5 Steps to Professional Development Planning
Step 1: Analyze employment ads to identify the transferable skills you will need for the type of position you will seek.
The best method for learning what employers want in your discipline is to analyze job ads. Search for job titles of interest to you - ones you might apply for in the future. Now identify repeated words like team work, problem solving and communication. Those are transferable skills. Make a note of the key transferable skills appearing in job ads (you will find trends.) While you're looking, also identify the discipline-specific skills are in high demand by employers in your field. Make a note of those, too.
As an aside, analyzing job ads helps you in another way: You will gain a deep appreciation for the job market - knowledge about the number of available jobs, which job sectors to explore, and job titles you may want to pursue.
Step 2: Assess the scope of your transferable skills and leadership strengths.
Across all disciplines, employers highly value transferable skills (sometimes called "soft" skills.) For example, the National Association Colleges and Employers Job Outlook 2015 shows that 78 percent of employers surveyed chose both "leadership" and "the ability to work in a team structure" as key skills they seek in new hires. Other skills in high demand by employers included oral and written communication, problem-solving and analytical/quantitative skills. source
The challenge: graduate students and postdocs are not cognizant of the many, many transferable skills they acquire during advanced studies. Our best advice is to complete at least two transferable skills checklists so that you know what you have to offer future employers and what new skills you need to master.
It is also a good idea to identify your leadership strengths and capitalize on them. StrengthsQuest™ is a quick (and fun) way to get started. Developed by Gallup, the assessment tool is confidential. At Mizzou, the $15 fee includes a comprehensive report of your strengths and proven strategies for academic and career success. No need for an appointment, just go to the MU Career Center (across from Ellis Library) during regular business hours. Learn more at the Strengthsquest™.
Step 3. Talk with your mentor(s) about professional development.
Set a 15-20 minute appointment with your mentor. Share a copy of your checklist of transferable skills.
Say: "This is a list of my transferal skills (aka 'soft skills') and the new ones that I believe I should acquire."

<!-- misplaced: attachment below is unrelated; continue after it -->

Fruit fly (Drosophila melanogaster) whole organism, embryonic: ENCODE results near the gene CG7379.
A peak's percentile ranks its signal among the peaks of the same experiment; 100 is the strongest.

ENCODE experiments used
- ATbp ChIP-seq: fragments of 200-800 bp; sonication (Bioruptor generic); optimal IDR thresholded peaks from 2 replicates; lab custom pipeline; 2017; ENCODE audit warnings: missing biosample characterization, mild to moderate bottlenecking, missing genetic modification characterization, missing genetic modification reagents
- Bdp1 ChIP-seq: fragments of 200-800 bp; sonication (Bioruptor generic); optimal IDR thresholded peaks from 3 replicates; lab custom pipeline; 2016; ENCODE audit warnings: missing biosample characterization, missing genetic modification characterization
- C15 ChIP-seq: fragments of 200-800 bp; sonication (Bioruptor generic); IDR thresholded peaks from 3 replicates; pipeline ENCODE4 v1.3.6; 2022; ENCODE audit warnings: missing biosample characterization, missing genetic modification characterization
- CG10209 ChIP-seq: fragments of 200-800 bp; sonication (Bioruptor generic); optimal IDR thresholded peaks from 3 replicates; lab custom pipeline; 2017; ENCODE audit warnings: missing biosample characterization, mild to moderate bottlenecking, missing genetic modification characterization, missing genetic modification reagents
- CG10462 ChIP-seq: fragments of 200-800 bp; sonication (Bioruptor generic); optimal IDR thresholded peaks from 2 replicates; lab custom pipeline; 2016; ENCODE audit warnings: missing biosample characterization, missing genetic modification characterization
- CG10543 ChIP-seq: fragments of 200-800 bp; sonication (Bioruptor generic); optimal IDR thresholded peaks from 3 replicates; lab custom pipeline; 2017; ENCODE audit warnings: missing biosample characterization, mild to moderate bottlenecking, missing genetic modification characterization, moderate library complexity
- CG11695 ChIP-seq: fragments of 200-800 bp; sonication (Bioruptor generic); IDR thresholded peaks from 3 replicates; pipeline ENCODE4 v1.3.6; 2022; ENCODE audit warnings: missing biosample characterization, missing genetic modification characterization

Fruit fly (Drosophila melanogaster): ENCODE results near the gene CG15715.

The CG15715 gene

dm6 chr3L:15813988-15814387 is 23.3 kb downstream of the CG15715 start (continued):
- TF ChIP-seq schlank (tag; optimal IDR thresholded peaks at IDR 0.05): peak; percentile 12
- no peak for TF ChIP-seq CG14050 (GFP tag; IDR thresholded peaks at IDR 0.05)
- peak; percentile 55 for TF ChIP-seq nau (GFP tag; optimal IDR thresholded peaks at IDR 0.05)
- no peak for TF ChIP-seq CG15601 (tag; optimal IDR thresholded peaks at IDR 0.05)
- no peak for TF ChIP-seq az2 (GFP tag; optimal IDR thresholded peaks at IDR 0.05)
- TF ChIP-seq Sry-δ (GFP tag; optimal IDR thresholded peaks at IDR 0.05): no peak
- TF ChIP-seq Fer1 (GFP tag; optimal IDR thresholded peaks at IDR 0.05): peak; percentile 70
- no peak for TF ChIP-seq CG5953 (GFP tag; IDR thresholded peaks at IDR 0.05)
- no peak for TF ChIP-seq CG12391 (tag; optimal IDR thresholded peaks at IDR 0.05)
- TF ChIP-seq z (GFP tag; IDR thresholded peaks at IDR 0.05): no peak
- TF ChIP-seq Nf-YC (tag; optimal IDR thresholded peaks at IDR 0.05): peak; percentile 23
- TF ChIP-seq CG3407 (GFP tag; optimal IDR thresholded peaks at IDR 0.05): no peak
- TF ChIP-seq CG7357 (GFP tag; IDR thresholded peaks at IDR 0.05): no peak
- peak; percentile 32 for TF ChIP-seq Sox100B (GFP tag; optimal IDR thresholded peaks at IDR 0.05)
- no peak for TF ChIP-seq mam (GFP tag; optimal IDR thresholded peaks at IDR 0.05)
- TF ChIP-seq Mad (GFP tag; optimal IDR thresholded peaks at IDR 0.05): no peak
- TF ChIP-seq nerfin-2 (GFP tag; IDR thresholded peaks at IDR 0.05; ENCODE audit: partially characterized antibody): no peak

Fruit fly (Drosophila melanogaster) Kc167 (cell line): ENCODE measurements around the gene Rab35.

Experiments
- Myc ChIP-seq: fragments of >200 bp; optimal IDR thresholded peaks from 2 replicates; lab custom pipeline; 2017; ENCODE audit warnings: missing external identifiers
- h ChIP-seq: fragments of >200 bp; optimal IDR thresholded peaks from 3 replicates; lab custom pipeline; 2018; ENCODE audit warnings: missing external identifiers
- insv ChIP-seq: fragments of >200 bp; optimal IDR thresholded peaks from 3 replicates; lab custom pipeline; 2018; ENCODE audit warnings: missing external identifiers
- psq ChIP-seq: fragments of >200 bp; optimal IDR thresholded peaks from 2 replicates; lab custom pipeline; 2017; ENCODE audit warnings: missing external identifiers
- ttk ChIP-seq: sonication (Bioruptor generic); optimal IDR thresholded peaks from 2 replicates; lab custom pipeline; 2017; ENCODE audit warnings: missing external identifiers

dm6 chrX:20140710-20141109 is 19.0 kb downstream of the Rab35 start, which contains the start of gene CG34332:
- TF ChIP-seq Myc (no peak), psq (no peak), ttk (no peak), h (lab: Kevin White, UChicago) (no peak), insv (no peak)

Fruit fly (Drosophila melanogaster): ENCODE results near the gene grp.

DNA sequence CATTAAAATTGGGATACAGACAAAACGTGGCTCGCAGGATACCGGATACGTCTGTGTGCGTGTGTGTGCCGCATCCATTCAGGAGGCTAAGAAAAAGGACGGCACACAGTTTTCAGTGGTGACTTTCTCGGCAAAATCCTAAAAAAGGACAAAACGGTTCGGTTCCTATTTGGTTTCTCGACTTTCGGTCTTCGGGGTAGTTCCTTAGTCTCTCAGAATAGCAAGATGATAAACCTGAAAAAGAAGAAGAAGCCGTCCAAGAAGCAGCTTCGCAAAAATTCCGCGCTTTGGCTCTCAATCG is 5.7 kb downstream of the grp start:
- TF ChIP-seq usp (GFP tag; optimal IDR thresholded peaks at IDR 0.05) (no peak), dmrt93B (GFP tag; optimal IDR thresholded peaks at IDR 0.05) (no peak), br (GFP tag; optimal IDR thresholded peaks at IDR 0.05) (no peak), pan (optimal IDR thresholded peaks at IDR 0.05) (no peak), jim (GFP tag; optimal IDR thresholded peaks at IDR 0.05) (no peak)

Ask: "Do you think that I've targeted the right skills for professional development, or are there other skills that I should address?"
It is always helpful to get another perspective. Based on the feedback you receive, you will be able to prioritize your PD goals.
Step 4: Set professional development goals in an Individual Professional Development Plan
As best practice, every graduate student and postdoc should complete an Individual Professional Development Plan (IPDP) and update it annually. Plans vary (you can create your own!) but all must include a section for setting goals. Prioritizing professional development goals is easy: compare what you have to offer (Step 2) with what you found by analyzing job ads (Step 1). Here's more information on setting goals.
Step 5: Evaluate your progress toward professional development goals and update your IPDP.
As part of your Individual Professional Development Plan (examples), you have set goals for expanding your repertoire of transferable skills! Now it's time to chart your progress.
Examine each of your goals. Ask yourself, Did I pursue learning opportunities* related to my professional development priority goals? What new skills am I able to demonstrate? Have I mastered the skill or do I need additional practice? To help with objectivity, you might meet with your mentor again and ask her/him to help you assess the mastery of a new skill.
Once you have mastered a high-priority transferable skill, set a new goal. It's a wise investment of your time. As you get ready for the job market, your transferable skills will serve to strengthen your resume, Linked In profile and cover letters.
Bottom line, you must be able to "sell" prospective employers on your disciplinary knowledge and skills as well as your transferable skills.
*Possible learning opportunities may include books, You-Tube videos, PD seminars; graduate-level courses; free "open access" on line courses from reputable schools; case studies; public presentations; externships; job shadowing; information interviews; helping faculty members write a grant or journal article; volunteer work; and leadership in campus or civic groups. Mizzou students can also take advantage of free diversity seminars; self-study learning modules in my HR; and software training through MU IT.